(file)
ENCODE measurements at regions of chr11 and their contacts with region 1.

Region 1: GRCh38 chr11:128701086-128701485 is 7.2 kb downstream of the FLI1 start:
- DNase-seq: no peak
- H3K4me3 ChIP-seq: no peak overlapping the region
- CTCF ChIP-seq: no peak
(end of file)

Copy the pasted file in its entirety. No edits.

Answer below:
ENCODE measurements at regions of chr11 and their contacts with region 1.

Region 1: GRCh38 chr11:128701086-128701485 is 7.2 kb downstream of the FLI1 start:
- DNase-seq: no peak
- H3K4me3 ChIP-seq: no peak overlapping the region
- CTCF ChIP-seq: no peak